During his service in the RCMP, Vickers gained a reputation for being particularly effective in obtaining confessions from those accused of murder – so much so that other interrogators would come to watch him at work. In his career, he obtained 17 such confessions. When his colleagues observed him, they were looking at his techniques and often missed the foundation of his approach, namely to respect the God-given dignity of the accused. His interrogations helped the accused arrive at the truth because he began with truth at the heart of his Biblical faith: that every man is made in the image of God, no matter how marred that image might have become by sin. Vickers was better at his job because he tried to live as best he could the teachings of his Catholic faith. That’s Faith in Canada 150.
During his years in Parliament, Vickers would lead the Speaker’s procession to open the day at the House of Commons. The Sergeant-at-Arms, dressed ceremonially, carries the mace, the symbol of the Speaker’s authority and the rights conferred by the Crown on the House of Commons to meet and propose laws to the sovereign. On the Parliament of Canada website, there is a description of the history and composition of the mace. We read there: “The head of the mace is in the shape of a crown, with the Royal Arms of the United Kingdom appearing on it in relief. Roses, shamrocks, thistles, fleurs-de-lys and maple leaves are carved on the staff.”
Which is true, as far as it goes. But it neglects to mention that the most notable item, at the very top of the mace, above the crown, is not a maple leaf or a thistle, but the Cross. What Kevin Vickers carried into the House each day was not only the heraldry of our history but a symbol of our faith. The two go together; and if we ignore one – as the parliamentary website does – we honour neither.
We all have our crosses to bear in life, and relatively speaking, the mace of the House of Commons is grander than most. Kevin Vickers, a servant of Canada and disciple of Christ, has lived a life made possible by the grandness of our history and the broad horizons of our faith. His presence was a very good sign for the success of Faith in Canada 150.
REPORT FROM THE SYNOD
Vatican officials might be inclined to skip the annual Christmas party this year. Last December, Pope Francis made global headlines for his Christmas address to his colleagues in the Roman Curia, in which he lambasted them for a comprehensive list of 15 diseases of the soul, including “spiritual Alzheimer’s” and “existential schizophrenia.” When the Holy Father visited the United States in September, he briefly hinted at a change in style, telling his brothers that “harsh and divisive language does not befit the tongue of a pastor, it has no place in his heart; although it may momentarily seem to win the day, only the enduring allure of goodness and love remains truly convincing.”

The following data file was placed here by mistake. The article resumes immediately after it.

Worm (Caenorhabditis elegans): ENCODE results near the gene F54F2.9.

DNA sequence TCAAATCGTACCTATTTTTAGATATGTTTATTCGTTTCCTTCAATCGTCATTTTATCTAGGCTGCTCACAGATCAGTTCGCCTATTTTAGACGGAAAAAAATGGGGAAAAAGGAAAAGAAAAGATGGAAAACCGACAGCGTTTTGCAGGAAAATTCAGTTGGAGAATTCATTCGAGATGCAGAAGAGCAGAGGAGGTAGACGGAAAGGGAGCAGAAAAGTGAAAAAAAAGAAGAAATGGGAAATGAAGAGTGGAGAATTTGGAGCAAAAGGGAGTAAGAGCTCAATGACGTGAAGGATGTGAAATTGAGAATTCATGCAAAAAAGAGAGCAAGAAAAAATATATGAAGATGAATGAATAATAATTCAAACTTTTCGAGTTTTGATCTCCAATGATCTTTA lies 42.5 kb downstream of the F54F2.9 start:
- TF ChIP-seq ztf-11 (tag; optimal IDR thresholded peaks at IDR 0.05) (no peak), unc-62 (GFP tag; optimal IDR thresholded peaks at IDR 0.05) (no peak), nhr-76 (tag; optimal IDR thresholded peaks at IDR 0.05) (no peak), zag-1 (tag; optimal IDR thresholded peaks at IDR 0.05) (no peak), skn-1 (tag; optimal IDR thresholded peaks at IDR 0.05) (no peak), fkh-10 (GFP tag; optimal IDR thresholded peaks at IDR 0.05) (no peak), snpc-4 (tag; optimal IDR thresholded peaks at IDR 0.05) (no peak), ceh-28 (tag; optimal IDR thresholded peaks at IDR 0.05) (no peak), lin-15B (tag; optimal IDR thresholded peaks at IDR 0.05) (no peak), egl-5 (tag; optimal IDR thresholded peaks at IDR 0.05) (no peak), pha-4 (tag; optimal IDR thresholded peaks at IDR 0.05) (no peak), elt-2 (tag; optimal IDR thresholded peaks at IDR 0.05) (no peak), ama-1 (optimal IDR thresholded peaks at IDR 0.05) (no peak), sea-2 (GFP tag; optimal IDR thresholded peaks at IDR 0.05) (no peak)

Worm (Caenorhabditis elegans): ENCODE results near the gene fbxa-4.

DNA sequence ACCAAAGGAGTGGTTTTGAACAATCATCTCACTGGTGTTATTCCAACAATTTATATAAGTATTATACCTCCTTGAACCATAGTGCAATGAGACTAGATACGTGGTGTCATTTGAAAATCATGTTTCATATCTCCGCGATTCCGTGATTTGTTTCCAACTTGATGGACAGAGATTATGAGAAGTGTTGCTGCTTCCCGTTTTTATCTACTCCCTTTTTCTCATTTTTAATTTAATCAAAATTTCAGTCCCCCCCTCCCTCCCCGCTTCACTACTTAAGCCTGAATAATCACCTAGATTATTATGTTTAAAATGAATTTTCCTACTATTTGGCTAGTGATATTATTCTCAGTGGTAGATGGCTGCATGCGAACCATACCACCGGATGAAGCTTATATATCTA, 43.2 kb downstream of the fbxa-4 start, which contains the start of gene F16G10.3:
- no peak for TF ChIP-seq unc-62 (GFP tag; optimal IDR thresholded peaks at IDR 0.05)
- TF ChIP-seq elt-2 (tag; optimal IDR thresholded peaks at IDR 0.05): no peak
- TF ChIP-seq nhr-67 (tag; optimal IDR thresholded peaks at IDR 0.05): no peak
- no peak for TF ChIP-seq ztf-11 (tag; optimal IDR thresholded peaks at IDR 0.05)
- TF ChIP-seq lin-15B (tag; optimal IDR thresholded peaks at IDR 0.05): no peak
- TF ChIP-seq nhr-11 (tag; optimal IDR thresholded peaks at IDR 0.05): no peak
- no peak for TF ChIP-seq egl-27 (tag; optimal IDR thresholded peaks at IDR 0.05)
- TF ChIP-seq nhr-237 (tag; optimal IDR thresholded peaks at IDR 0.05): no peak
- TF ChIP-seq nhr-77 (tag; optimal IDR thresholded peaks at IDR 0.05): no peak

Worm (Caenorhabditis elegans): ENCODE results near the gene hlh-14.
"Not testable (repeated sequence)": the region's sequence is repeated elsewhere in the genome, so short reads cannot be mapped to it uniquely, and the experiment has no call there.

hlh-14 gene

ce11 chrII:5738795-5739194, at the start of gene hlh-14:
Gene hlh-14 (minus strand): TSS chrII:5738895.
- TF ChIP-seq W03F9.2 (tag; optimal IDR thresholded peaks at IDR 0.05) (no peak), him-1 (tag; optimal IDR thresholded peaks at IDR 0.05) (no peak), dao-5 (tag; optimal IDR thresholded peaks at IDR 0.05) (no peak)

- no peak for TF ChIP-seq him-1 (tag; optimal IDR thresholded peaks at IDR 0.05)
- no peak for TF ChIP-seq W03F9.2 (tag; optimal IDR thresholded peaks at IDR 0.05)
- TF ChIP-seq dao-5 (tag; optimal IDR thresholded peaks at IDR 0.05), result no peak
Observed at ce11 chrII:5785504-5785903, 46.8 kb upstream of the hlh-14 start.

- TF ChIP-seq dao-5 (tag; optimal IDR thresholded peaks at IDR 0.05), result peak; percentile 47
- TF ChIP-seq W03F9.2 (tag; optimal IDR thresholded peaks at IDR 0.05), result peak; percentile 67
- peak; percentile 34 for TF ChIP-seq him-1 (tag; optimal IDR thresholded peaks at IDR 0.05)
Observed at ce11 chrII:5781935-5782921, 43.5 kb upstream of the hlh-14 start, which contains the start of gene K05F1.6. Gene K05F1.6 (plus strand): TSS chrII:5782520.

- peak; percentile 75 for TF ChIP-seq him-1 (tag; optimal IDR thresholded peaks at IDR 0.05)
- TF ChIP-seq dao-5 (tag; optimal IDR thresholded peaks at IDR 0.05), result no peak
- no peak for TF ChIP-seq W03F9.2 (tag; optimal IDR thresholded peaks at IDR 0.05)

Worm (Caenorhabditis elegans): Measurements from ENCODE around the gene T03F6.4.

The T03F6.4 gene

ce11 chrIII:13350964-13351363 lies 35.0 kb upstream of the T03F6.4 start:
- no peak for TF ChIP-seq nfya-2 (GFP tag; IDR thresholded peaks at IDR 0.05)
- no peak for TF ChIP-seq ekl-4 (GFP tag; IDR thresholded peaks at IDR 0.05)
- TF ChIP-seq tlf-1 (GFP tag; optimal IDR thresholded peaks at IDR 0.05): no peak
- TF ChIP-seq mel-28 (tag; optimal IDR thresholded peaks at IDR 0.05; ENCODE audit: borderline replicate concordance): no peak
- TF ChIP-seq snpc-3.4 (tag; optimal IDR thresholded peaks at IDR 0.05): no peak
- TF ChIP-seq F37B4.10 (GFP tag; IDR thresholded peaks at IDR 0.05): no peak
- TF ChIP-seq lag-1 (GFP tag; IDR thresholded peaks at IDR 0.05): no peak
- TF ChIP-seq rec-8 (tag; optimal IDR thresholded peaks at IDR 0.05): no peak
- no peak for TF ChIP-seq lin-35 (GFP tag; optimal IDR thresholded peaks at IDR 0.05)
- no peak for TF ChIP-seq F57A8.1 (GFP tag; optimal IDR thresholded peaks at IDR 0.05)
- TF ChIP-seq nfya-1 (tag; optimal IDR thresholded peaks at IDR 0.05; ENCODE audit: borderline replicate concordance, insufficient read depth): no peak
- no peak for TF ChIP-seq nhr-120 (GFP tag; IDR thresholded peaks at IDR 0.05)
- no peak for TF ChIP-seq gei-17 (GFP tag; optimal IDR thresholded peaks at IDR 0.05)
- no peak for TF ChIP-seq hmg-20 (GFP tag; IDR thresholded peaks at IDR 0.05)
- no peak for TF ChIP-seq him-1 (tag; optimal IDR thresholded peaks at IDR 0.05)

By the end of October, Francis had reverted to his more customary bruising rhetoric, delivering a tongue-lashing to his brother bishops at the conclusion of the Synod on the Family. Francis had convened the synod to discuss family issues, and at the heart of the synod was a dispute about whether to modify Catholic teaching and practice regarding divorce and remarriage. For more than 18 months, Pope Francis had been signalling that he would prefer a more liberal practice while somehow maintaining in principle the indissolubility of marriage. (See "Sea to Sea," October 2015.) While the synod of bishops is only advisory, its support would create favourable conditions for the significant change Francis apparently desires.
The synod did not go quite that far, and the Holy Father was not happy about it. He closed the synod with the most scathing speech of his pontificate, denouncing some of his brother bishops for “a facile repetition of what is obvious or has already been said”; of “burying their heads in the sand”; of “indoctrinating” the Gospel “in dead stones to be hurled at others”; of hiding “behind the Church’s teachings or good intentions in order to sit in the chair of Moses and judge, sometimes with superiority and superficiality, difficult cases and wounded families”; of giving in to “conspiracy theories and blinkered viewpoints”; of using “language which is archaic or simply incomprehensible”; of being like the older brother in the parable of the prodigal son or the jealous labourers in the parable of the workers in the vineyard; perhaps suffering from a “fear of love and showing that love concretely.”
Where does that leave matters? The Synod on the Family is over. The Church now awaits what Pope Francis will decide. Those who argued at the synod for maintaining the traditional discipline on not admitting the civilly divorced and remarried to the Sacraments must prepare for the Holy Father to decide differently. He has steadily prepared the Church for just that. It would be foolish to ignore the signs.
After much back and forth, the synod decided to follow almost exactly what Pope Francis said in his general audience address of August 5, during which he strongly suggested that he did not agree with the tradition taught by Pope John Paul II in Familiaris Consortio (1981) and confirmed by Benedict XVI in Sacramentum Caritatis (2007). He did not explicitly contradict it, and neither did the synod. But he quoted the relevant texts without affirming their definitive conclusion, and the synod did the same.
Does silence on John Paul’s formulation suggest assent? Or does it mean that the traditional teaching is being left aside?
A commentary by Father Antonio Spadaro, S.J., editor-in-chief of Civiltà Cattolica, gave a clear answer. Civiltà always carries a certain authority, as the Jesuit periodical is reviewed by the Holy See secretariat of state before publication. Father Spadaro is more authoritative still as both a close confidant and mouthpiece of Pope Francis. It is inconceivable that he would write something contrary to what the Holy Father desired. In his analysis of the synod, his answer is emphatic.